Goodbye from an ancient user

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    I have been using MultiEdit for so many years that I cannot even derive when I first adopted it!! :shock: I originally used it back in the MSDOS days, when I first looked at the demo version and discovered syntax highlighting… that was enough to actually make me abandon Brief, which I had never thought I would do. I still have my MultiEdit V7 floppy disks, but I know I used the version which preceded it. It has been at least 25 years, likely more, and it’s painful to think of leaving MultiEdit… but I was listening to a Fleetwood Mac song recently:

    Well, I’ve been afraid of changing
    Cause I’ve built my life around you
    But time makes you bolder
    Even children get older
    and I’m getting older too

    and I guess that’s how I feel now… I have considered the recent messages expressing that they have run out of money to continue development, with the final product far from done (I believe the phrase was "about 75% done"), and other comments pondering trying to raise money from the public to continue development…

    … and after lengthy and careful consideration, I just don’t feel prepared to put up, let’s say, $100 on the off chance that enough people will take the gamble, to enable them to finish the job, nor (to be quite blunt) am I confident that they would really manage to get the job done even if they did get, say, another $150,000 or so.

    In my previous studies, I hadn’t really found any other editor that had all the functionality that I felt I really needed, at a price that I could accept. However, over the last two weeks I have been working with PsPad (freeware) and found that I could configure it to function exactly like MEW, including all the specialized functionality that I’m used to. If anyone else wants to follow in my footsteps, they can go to the PsPad English forum, and look at all the questions that I asked; that basically covers all the tweaks that are needed to turn PsPad into an MEW clone! Another nice thing about it, is that all configuration files are stored in the pspad directory, so copying to another machine is as simple as zip and unzip… very nice!!

    So, the time has finally come, I’m getting older too, and I’m moving on.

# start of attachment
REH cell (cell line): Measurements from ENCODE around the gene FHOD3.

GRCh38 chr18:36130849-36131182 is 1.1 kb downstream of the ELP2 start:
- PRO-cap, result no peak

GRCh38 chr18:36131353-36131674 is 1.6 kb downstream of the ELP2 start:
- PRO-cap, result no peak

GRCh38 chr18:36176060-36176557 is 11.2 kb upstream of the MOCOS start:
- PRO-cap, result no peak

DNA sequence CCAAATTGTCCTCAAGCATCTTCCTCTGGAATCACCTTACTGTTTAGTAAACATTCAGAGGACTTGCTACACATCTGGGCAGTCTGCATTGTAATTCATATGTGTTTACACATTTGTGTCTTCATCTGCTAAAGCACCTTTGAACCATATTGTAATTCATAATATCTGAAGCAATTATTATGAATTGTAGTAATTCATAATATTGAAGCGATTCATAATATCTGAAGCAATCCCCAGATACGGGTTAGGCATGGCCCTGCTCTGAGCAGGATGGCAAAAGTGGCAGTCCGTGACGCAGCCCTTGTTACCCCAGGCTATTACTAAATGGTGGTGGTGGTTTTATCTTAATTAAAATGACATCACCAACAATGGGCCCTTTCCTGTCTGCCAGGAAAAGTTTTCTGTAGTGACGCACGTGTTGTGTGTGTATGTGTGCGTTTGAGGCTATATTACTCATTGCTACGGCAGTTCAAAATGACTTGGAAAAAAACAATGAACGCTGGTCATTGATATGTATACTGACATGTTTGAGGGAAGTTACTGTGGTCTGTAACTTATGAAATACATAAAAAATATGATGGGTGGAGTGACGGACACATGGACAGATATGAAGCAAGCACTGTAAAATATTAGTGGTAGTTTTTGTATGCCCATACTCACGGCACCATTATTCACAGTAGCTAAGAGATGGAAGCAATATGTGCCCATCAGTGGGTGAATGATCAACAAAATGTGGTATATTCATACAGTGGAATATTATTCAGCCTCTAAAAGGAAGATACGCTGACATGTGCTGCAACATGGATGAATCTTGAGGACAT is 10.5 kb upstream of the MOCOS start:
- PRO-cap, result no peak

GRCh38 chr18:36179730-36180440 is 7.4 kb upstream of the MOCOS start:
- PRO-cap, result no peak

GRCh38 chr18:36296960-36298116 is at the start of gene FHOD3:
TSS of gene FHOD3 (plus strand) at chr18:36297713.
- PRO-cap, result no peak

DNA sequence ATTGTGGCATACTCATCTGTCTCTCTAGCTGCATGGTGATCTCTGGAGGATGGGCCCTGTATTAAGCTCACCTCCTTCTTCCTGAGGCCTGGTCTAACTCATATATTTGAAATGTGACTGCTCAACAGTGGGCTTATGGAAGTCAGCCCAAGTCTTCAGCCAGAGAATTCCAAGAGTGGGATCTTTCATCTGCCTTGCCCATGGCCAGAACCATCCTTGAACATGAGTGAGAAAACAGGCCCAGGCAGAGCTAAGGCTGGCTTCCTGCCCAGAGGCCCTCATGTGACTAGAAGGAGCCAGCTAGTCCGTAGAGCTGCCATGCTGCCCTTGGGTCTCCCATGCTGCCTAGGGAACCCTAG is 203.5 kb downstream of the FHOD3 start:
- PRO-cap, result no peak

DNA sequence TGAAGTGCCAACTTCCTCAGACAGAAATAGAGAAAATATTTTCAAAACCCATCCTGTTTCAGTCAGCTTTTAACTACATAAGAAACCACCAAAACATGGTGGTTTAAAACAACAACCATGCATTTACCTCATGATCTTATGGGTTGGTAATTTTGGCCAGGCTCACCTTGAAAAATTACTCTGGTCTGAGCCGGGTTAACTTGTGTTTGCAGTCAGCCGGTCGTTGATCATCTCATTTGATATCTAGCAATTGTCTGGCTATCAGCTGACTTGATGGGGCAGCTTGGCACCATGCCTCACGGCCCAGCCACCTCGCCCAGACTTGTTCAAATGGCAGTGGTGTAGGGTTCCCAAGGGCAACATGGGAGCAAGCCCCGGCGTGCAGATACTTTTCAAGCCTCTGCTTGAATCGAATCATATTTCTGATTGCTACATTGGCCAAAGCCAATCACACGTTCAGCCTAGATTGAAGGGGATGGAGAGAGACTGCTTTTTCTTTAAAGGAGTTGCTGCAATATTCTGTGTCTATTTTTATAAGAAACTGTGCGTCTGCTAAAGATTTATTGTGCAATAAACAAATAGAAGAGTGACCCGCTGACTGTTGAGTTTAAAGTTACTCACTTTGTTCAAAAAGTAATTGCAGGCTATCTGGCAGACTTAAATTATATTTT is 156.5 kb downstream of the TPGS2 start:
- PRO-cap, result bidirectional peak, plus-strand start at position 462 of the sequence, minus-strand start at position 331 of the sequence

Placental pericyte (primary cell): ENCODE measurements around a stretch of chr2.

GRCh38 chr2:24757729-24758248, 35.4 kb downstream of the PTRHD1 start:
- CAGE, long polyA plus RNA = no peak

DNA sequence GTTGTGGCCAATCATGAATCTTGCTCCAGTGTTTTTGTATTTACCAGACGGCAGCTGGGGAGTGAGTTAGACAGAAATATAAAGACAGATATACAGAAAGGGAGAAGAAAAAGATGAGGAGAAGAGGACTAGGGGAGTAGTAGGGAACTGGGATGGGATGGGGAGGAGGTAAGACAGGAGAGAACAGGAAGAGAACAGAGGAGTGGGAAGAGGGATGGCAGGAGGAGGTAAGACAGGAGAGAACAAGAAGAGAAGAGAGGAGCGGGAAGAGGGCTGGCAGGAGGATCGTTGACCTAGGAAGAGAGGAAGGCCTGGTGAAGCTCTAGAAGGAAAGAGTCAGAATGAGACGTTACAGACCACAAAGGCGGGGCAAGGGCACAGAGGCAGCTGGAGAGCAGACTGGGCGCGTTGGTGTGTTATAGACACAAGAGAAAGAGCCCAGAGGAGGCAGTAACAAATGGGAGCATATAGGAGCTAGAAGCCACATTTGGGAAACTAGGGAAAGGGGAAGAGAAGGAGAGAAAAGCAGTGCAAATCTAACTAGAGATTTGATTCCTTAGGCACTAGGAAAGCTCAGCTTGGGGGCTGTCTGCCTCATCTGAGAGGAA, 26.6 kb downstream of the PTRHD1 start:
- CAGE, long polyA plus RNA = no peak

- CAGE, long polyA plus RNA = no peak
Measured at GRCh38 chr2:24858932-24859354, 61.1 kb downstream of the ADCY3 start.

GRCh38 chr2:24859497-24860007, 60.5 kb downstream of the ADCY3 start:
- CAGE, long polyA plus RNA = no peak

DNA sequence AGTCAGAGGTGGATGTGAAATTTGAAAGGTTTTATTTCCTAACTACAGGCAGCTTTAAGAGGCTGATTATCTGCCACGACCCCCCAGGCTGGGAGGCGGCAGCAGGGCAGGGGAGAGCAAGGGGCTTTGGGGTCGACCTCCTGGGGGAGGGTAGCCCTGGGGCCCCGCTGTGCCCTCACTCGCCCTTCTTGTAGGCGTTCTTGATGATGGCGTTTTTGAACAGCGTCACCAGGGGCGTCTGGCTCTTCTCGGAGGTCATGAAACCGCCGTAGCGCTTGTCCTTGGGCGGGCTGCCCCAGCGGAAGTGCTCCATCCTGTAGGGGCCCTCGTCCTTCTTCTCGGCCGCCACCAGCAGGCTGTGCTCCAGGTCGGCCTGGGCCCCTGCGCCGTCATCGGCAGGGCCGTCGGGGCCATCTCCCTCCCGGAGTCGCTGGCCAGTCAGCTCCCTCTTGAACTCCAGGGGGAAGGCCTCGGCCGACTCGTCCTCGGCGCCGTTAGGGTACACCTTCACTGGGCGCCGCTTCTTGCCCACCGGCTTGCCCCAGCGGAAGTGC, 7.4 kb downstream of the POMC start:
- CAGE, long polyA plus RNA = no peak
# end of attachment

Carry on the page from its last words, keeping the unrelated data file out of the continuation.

It has been a wonderful quarter-century.




    I’ll take a look at PsPad.

    Whenever I’m working on a Linux system with X available, I use Kate, the KDE programmer’s editor, and I find it pretty comfortable to use. I know there is going to be a chorus of people suggesting I use vim, and I do use vim a lot for basic editing, but I just can’t get past the 20+ years of Multi-edit muscle memory (and don’t want to…), and just can’t get motivated to make the effort to learn the advanced features of vim.

    Kate has 90% of the functionality I use every day right out of the box and I can customize the key bindings and what-not to replicate a lot of my ME environment. Since you can install and run KDE on Windows, I would also suggest Kate as a possible replacement. Being able to use the same editor on Windows and Linux is definitely a plus.


    Clay Martin

    Sorry to hear. Best of luck in the future.



    I totally understand, and agree, with your feelings about MEW.

    I find it incredibly hard to understand why the decision was made to totally abandon the old MEW codebase. In my programming experience it’s usually better to patch-and-incrementally-improve a project than to throw everything out and start from scratch.

    With the rise of good free/cheap text editors it is hard to justify spending large amounts of money on a new stand-alone programmer’s editor. The simultaneous rise in the complexity of programming projects makes it so much more likely that people will use a platform-recommended IDE rather than roll-their-own as they used to do.